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Published on 17 February 2009

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New test for drug “genetic fit”

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A hand-held device that may help prevent adverse reactions to prescribed drugs is being tested by scientists at Imperial College London and its spin-out company DNA Electronics.

The SNP (pronounced snip) Doctor can analyse a DNA sample to determine if a patient has an appropriate “genetic fit” for a particular drug.

The BlackBerry-sized Snip examines known single nucleotide polymorphisms (SNPs) – single-letter changes in the genetic code – that might affect an individual’s response to treatment.

It is estimated that the NHS spends £460 million a year dealing with 250,000 patients who are suffering from the sometimes severe side effects of prescribed drugs.

By predicting the likelihood of a bad response to drugs such as antidepressants or statins, doctors would be able to tailor drug types dosages to individual patients.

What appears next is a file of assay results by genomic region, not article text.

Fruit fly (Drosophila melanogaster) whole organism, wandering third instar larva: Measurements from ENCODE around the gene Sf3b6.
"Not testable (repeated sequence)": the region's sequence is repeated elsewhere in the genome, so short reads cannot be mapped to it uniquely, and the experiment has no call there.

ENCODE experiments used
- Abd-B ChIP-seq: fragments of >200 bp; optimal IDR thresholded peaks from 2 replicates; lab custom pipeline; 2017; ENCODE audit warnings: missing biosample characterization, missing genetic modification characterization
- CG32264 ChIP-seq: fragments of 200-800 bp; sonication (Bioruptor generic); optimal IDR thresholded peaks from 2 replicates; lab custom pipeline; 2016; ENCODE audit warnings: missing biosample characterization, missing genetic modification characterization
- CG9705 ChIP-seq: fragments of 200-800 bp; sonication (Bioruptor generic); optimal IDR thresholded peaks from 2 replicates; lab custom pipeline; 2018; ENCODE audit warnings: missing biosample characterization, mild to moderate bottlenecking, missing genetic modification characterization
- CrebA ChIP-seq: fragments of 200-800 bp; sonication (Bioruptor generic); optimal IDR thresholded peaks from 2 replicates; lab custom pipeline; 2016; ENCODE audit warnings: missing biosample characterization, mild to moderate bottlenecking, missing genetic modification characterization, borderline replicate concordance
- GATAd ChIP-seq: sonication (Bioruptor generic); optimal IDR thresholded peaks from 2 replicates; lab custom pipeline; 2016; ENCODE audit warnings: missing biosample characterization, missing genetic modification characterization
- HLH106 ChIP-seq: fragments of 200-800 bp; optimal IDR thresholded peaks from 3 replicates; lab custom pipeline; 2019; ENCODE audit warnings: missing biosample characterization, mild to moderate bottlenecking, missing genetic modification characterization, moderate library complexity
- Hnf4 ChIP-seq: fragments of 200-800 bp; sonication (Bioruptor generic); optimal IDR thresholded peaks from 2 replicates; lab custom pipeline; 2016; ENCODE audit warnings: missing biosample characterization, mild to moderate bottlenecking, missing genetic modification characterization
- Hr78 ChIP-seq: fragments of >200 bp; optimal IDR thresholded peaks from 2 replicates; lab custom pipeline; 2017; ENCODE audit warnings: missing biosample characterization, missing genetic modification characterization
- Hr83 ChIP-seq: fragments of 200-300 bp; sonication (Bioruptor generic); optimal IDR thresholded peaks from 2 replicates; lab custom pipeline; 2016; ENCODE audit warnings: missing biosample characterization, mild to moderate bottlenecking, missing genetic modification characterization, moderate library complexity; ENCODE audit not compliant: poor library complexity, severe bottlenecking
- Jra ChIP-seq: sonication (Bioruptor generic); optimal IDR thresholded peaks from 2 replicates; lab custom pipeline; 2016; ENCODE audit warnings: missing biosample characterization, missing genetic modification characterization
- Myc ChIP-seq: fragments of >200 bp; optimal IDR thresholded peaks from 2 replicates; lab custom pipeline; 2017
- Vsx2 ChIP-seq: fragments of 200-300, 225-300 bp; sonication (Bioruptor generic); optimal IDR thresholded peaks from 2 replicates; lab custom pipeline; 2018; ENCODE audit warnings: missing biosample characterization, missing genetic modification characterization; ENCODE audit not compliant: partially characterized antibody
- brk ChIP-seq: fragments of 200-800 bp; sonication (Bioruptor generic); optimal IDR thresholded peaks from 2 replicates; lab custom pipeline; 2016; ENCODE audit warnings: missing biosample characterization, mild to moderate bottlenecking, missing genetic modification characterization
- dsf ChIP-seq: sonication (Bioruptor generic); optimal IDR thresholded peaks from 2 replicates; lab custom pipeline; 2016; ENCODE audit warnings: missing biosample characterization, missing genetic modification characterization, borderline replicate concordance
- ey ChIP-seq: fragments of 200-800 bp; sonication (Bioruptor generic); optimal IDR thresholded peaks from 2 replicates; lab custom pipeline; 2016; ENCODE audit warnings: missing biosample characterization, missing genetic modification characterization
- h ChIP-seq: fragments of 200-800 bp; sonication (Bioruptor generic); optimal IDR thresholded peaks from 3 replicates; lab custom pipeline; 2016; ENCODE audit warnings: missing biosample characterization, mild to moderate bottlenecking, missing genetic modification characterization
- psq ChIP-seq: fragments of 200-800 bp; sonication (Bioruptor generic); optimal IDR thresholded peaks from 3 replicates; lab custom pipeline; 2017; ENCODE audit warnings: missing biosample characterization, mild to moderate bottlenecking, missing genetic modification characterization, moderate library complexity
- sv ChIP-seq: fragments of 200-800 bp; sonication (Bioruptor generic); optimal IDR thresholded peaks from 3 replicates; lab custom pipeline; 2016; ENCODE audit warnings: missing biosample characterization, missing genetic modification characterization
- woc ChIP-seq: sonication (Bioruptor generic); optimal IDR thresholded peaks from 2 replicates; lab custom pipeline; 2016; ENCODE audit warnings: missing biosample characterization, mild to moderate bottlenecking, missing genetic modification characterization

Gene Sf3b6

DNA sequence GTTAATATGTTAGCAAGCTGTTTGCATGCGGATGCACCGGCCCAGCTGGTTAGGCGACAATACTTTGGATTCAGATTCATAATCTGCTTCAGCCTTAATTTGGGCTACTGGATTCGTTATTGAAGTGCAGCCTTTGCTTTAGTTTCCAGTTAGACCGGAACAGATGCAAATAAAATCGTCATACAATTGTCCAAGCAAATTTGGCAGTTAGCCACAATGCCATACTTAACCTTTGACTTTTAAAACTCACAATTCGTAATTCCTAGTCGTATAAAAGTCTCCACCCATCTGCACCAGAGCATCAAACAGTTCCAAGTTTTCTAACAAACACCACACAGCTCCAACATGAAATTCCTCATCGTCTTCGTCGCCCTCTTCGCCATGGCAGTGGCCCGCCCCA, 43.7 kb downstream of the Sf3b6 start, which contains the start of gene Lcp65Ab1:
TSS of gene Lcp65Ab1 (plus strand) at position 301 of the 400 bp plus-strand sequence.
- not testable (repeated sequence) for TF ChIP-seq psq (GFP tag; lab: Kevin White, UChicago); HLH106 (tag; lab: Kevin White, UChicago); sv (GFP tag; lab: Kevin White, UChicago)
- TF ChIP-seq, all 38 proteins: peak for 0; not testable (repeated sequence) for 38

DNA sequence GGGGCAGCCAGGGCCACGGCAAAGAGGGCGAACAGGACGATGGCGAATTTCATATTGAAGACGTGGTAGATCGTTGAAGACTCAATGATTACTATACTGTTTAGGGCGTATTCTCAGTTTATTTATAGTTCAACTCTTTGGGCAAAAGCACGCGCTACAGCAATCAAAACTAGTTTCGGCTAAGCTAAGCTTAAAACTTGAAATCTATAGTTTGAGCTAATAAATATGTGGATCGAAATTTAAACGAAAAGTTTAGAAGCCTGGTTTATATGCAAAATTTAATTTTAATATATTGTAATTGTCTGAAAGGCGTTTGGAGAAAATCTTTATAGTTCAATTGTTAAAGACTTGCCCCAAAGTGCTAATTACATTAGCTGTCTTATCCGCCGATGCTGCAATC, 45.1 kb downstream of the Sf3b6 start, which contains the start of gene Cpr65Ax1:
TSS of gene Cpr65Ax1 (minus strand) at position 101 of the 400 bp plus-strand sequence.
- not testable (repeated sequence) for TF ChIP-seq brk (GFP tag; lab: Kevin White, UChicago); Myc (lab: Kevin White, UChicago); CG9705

Dr Leila Shepherd, chief technology officer at DNA Electronics, said that introducing the device to GPs’ surgeries could help new drugs to reach patients.

“At the moment, some cancer-fighting drugs are deemed uneconomical because they only work for a certain subset of patients,” she said. “If doctors had a method of screening patients to see whether these drugs work, then suddenly these therapies would be more cost effective to use.”

Copyright Press Association 2009

DNA Electronics



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